Encryption cannot prevent a business from being a victim of attack, however it can minimise the data breaches that could take place in the aftermath. That is provided the encryption keys are not also stored within the targeted cloud service, any data accessed through an MitC attack would remain encrypted to the attacker. This means that the stolen information would be indecipherable and unusable to the malicious party.
2. Nothing less than two-factor authentication
A simple but effective way to help minimise the threat of MitC attacks is multi-factor authentication (MFA). This is available with leading cloud services like Office 365, as well as specialised security solutions built to verify users’ identities across all of an organisation’s cloud-based resources. It adds an extra layer of security that can easily thwart an MitC attacker who doesn’t have the ability to authenticate beyond an OAuth token.
3. Hire a traffic warden (cloud access security broker)
Deploying a cloud access security broker (CASB) is one of the most comprehensive ways to protect against threats like MitC attacks. CASBs intermediate all traffic between an organisation’s cloud apps and endpoint devices – they automatically replace each app’s OAuth tokens with encrypted tokens before delivering them to endpoints. As a device attempts to access a cloud app, the unique, encrypted token is presented to the CASB, which decrypts it and passes it along it to the app. Consequently, if a user’s token were to be replaced with a hacker’s, then the malicious token would fail validation and decryption at the proxy, denying access to the intended victim’s account and nullifying the attack.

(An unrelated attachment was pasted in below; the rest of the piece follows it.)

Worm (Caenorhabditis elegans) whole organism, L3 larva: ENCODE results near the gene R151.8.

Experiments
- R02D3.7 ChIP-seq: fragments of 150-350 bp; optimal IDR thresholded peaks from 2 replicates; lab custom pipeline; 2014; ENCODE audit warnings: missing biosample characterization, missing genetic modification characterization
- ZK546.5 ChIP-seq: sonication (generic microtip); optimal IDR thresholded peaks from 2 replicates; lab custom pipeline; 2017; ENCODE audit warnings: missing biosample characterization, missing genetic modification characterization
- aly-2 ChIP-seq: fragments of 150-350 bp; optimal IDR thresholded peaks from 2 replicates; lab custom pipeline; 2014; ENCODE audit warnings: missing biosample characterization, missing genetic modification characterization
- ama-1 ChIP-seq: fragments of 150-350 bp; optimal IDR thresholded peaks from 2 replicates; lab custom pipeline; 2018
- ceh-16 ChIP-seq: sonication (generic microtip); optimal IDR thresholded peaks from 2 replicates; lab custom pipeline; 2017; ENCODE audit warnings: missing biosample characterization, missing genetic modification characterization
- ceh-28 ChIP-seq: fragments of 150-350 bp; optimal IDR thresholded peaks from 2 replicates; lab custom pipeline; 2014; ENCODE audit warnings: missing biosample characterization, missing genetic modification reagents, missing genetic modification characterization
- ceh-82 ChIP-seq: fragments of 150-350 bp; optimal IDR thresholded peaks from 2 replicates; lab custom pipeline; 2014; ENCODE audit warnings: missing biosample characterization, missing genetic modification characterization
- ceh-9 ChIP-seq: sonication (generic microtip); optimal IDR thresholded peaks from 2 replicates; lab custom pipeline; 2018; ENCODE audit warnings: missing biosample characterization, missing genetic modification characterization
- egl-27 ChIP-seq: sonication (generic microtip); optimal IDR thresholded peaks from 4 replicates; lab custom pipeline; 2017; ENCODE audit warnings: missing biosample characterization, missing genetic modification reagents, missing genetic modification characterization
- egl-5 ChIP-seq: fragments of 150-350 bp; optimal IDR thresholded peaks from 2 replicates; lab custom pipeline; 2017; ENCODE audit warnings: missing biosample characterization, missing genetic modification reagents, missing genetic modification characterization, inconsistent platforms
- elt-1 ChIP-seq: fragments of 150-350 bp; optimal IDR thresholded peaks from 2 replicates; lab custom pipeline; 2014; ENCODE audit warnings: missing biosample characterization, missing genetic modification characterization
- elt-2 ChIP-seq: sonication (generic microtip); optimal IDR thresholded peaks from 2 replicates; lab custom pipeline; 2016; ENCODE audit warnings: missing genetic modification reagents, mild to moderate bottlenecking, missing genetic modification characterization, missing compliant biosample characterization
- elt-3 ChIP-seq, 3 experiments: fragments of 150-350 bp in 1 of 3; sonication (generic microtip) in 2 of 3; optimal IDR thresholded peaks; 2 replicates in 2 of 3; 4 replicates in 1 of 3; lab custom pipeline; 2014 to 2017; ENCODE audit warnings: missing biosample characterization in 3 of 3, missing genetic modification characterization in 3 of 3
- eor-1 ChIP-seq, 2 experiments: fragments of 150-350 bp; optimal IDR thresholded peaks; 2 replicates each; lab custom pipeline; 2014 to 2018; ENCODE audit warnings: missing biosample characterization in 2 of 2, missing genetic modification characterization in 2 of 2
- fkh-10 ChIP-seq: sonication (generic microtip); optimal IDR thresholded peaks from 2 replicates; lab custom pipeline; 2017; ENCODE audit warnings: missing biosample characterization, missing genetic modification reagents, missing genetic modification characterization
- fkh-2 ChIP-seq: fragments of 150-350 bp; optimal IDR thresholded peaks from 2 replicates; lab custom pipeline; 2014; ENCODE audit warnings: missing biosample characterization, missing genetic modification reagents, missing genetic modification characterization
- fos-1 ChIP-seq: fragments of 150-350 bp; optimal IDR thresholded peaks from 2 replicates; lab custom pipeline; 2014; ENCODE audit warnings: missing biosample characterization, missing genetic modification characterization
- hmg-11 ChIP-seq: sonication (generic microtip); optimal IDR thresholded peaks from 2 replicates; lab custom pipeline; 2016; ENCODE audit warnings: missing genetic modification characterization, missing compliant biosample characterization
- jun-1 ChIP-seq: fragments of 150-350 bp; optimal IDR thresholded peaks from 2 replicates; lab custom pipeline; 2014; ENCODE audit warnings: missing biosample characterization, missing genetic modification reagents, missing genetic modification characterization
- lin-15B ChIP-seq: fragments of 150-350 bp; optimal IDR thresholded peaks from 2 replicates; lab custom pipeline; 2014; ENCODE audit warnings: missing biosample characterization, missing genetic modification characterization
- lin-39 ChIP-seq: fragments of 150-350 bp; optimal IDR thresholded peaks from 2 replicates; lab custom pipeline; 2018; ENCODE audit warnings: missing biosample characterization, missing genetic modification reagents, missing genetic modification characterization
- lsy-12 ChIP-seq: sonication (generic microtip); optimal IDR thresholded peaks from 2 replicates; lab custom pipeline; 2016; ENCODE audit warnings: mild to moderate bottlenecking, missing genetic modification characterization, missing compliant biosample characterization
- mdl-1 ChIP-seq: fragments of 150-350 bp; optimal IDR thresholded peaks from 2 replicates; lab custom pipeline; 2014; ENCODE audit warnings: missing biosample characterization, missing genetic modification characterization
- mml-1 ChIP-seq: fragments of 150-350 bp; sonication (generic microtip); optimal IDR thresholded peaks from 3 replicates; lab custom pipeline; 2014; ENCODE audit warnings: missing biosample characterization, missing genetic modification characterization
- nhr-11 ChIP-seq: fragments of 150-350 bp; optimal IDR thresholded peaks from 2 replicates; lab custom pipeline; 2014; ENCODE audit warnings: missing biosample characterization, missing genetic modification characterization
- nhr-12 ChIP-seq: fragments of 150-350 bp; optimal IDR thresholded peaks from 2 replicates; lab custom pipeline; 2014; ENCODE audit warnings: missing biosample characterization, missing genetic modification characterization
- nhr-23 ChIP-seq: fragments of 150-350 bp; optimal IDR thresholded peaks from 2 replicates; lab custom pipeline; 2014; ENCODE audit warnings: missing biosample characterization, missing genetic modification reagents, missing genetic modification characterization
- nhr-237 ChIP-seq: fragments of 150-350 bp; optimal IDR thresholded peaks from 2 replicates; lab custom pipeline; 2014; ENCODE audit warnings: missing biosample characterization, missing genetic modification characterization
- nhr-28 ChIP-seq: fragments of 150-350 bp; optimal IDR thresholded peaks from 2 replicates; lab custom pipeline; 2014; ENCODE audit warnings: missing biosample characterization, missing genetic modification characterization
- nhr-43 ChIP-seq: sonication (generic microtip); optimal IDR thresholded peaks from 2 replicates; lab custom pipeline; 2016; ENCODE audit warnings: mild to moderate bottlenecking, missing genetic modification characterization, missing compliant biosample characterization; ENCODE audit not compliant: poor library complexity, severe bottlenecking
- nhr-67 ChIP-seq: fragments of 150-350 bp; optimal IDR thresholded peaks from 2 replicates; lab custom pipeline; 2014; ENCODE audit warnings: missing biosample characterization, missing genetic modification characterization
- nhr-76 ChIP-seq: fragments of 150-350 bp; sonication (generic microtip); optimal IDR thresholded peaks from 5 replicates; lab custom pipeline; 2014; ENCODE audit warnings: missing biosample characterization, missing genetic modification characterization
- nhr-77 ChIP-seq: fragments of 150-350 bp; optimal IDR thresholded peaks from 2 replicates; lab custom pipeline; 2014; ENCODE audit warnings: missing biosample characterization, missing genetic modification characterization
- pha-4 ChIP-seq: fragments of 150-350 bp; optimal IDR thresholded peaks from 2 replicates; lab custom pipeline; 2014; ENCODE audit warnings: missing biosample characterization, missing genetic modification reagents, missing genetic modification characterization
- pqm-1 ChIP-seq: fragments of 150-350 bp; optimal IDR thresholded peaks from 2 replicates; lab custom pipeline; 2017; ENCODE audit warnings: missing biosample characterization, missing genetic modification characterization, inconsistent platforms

4. Consistent and regular security training
This is one of the most effective security measures – it is also one of the simplest and often overlooked. MitC attacks rely on social engineering to be successful. But a well-trained, security-vigilant employee is far less likely to click on a malicious link or a suspect attachment inside of a phishing email. Every organisation should be security conscious and conduct regular training sessions with its employees to ensure they know the tell-tale signs of an attempted attack.
Cloud usage in the workplace is only going to continue to grow as one of the preferred business services and like with so many technologies, security risks are inevitable. But it’s how you mitigate the risk that’s important. In the case of MitC attacks, they are designed to give the hacker access to sensitive information by exploiting the ‘anytime, anywhere’ data access provided by the cloud. Even though detecting MitC threats with conventional security tools is virtually impossible, the risk of these attacks should not put businesses off using cloud services – organisations are not defenceless. Regular employee trainings, when combined with security measures like encryption, two-factor authentication and CASBs, can provide an extremely robust defence against MitC attacks and countless other threats. In the modern business world, effective security isn’t a luxury – it’s a necessity. Any organisation that fails to remain prepared will inevitably suffer a breach.